Sukkot

Sukkot is the perfect opportunity for family and friends to come together and create memories while participating in annual holiday traditions. Following the Jewish holidays of Rosh Hashanah and Yom Kippur, Sukkot occurs as a celebration of the fall harvest and togetherness.

Sukkot is also a time to reflect and remember the protection given to the Jewish people throughout the journey to the Promised Land. During the days of Sukkot, it is customary to dwell in a man-made hut built with materials from the earth, such as palm leaves and branches. Although every sect of Judaism celebrates differently, Sukkot is an important holiday that can further unite families and communities everywhere. This September, get the entire family involved by building your very own personalized sukkah with eco-friendly building materials.

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What Is a Sukkah?

A sukkah is a temporary hut made of a vegetation roof called a sechach. It must meet certain building specifications. The significance of building a sukkah is to represent the dwellings that Jewish people lived in as they traveled the desert for 40 years after their exodus from Egypt.

The sukkah is important to the festival because it is where you spend time during Sukkot, which occurs during the Hebrew month of Tishrei from days 15 to 22. This event occurs sometime in the fall, usually in late September or early October. In Israel, the festival goes for one less day.

How to Build a Sukkah

Building a sukkah comes with quite a few requirements, but the most crucial aspect is the roof covering. That's the best place to start when you're learning how to build a sukkah.

The roof covering must be made of raw, unfinished vegetable matter to create what's called a sechach. Usually, the sechach consists of materials like bamboo, palms and reeds. The material can't have been used for another purpose or made ritually impure in any way. Bamboo poles make excellent frames, though you can also use unfinished wood beams.

Other stipulations for the sechach involve the shade it provides. It must create enough shade in midday so that the floor gets covered in more shade than sun. Also, any gaps in the sechach cannot be more than 9.6 inches.

The sukkah must be new for each year, but this requirement is actually easier to meet than you may think. The sechach is the main element that defines a sukkah, so the walls can stay up all year long. If you place a sechach down before all the walls are up, you can just lift it up and reapply it, and the sukkah is considered new.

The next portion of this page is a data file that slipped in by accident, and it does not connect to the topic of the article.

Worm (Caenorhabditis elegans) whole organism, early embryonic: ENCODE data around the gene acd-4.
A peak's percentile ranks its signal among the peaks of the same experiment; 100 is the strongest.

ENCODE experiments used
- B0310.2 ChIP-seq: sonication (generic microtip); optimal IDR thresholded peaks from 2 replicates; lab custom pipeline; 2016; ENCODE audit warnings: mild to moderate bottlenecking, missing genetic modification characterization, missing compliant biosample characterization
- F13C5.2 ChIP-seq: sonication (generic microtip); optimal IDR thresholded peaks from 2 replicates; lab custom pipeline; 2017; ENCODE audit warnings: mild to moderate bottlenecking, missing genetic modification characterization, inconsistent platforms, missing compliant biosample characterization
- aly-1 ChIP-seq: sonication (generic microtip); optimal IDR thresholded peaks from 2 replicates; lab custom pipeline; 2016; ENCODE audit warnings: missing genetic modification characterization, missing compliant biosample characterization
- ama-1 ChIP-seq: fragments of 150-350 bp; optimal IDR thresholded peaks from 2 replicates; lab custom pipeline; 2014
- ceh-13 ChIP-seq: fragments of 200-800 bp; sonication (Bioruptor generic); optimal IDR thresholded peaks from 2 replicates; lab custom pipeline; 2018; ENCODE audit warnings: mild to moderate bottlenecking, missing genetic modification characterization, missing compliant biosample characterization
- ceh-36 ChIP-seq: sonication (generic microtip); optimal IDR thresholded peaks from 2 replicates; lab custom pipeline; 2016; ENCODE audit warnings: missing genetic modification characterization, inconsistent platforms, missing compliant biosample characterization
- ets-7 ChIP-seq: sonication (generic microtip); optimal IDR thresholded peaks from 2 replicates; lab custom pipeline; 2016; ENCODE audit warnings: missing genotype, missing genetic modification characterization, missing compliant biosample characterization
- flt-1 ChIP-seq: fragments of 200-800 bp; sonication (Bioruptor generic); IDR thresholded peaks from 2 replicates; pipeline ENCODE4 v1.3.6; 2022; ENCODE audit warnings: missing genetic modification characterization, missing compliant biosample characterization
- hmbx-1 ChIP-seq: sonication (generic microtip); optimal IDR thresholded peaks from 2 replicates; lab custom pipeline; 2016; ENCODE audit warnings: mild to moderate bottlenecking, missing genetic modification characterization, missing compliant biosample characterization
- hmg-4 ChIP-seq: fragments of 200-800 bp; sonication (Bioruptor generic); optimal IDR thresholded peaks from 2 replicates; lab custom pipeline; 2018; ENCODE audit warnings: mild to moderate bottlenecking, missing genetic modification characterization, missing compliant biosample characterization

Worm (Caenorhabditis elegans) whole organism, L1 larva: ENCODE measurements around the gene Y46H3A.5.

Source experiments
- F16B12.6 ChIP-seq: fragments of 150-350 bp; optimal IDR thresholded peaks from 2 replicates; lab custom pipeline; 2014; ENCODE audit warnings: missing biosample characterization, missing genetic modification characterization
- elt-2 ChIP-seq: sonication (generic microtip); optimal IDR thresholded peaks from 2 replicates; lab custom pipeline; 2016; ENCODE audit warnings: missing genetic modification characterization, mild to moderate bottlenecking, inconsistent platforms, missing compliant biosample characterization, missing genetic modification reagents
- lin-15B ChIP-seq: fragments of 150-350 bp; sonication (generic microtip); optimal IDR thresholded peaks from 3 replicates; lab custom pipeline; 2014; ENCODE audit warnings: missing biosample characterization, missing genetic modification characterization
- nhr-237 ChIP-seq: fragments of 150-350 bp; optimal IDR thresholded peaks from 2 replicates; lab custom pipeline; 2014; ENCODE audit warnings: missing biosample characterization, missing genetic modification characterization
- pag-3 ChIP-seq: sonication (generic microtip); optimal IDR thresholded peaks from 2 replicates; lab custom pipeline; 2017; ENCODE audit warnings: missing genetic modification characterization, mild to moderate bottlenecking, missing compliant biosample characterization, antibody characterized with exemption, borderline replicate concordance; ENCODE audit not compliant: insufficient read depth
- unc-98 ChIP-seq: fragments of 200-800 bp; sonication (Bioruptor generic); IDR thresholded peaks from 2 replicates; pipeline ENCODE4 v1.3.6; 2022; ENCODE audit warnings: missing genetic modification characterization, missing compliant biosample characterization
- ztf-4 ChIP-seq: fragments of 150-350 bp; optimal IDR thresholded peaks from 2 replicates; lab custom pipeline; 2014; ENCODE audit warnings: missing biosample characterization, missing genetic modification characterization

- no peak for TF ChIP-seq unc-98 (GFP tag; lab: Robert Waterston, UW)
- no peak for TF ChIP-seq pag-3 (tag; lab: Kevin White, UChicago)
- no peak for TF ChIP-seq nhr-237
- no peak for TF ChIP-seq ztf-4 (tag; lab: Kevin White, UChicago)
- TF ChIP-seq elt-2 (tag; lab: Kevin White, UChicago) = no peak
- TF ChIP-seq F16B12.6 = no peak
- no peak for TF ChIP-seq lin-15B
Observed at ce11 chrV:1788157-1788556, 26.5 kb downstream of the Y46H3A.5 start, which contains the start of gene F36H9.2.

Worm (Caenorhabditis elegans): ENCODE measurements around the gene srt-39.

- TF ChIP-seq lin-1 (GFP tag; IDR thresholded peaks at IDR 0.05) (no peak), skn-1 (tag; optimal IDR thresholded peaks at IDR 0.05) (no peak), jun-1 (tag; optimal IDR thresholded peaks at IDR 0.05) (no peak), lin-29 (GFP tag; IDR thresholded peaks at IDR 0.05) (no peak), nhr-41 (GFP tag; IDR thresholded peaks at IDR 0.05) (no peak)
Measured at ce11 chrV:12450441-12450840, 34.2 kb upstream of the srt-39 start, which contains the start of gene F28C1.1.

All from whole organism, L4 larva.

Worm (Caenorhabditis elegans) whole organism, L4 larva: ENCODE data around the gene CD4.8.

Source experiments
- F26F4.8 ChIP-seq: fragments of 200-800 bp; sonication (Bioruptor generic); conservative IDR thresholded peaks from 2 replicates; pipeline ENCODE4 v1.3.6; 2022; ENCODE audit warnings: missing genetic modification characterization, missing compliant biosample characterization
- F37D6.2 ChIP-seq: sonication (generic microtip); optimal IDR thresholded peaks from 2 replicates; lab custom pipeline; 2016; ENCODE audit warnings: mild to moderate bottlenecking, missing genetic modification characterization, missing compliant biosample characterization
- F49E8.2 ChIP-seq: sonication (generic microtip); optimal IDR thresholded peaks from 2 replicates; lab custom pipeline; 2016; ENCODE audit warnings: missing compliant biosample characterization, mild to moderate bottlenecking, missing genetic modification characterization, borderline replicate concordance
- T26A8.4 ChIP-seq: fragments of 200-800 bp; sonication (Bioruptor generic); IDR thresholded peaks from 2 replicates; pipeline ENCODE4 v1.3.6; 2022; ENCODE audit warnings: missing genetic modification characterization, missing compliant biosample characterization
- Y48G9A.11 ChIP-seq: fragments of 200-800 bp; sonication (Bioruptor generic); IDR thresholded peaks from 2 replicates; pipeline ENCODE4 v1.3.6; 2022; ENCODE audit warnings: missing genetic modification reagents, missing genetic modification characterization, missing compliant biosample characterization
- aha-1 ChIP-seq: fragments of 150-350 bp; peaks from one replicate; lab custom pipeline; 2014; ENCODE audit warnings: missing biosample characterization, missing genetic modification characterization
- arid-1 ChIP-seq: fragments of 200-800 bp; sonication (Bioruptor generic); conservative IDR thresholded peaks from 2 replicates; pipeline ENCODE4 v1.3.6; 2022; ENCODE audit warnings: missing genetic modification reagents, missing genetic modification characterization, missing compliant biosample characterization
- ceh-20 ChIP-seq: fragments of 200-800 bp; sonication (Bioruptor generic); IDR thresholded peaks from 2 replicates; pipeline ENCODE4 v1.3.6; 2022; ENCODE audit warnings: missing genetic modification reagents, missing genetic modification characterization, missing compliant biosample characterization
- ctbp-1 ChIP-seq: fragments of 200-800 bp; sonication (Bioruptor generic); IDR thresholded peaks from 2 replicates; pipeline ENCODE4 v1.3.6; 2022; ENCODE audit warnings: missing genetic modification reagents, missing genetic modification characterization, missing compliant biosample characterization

Here are some other requirements and things to keep in mind:

  • Location: The sukkah must be under the open sky, so no tree branches or canopies can hang above it. Typically, people place sukkahs near their main residence, like in a yard or on a porch, balcony or rooftop.
  • Walls: The walls can be made of any material, like wood, reeds, fiberglass panels or waterproof fabric draped from a metal frame.
  • Lighting: Many will place their sukkah near an outlet so they can run a light into it. You'll want to make sure this light is protected from the elements.
  • Chairs and tables: The sukkah is a place for dining and hosting guests, so tables and chairs are a must.
  • Decorations: For many, one of the best parts of the sukkah is decorating it. You can place colorful decorations like paper garlands, suncatchers and flags all around the sukkah and hang fresh fruit and gourds. You can find plenty of sukkah decorations online.
  • Dimensions: The sukkah must have a minimum of two walls and part of a third wall, at least 3.2 inches wide. The typical sukkah features four walls. The walls must be at least 32 inches tall, but no more than 30 feet. The length and width dimensions must exceed 22.4 inches.

How to Celebrate Sukkot

Sukkot goes by many translations, but its overall purpose is as a harvest festival and a time to think about priorities and togetherness. Sukkot is a time to express gratitude for one's situation. The idea is to spend as much time as possible in the sukkah and eat all meals there at a minimum. Some people choose to sleep in it as well, but that's not required.

Each day has a specific meaning, so it's important to observe those. The first two are Yom Tov, where no work occurs and you have festive meals. In the middle of the festival is Chal Hamoed, where you spend time in the sukkot and take the Four Kinds, vegetation that represents the personalities that make up the community of Israel and its unity. The last two days are the separate holidays of Shemini Atzeret and Simchat Torah.

DIY Sukkah Building Materials

Building a sukkah is a wonderful experience for those of Jewish faith and a big part of celebrating Sukkot. But most people don't have the necessary materials growing in their backyard. To fit with the requirements of the sukkah, it's important to source your materials from all-natural vegetation. We carry an array of natural materials perfect for the task. Take a look at our selection of products, and make sure you're prepared for this year's festivities!

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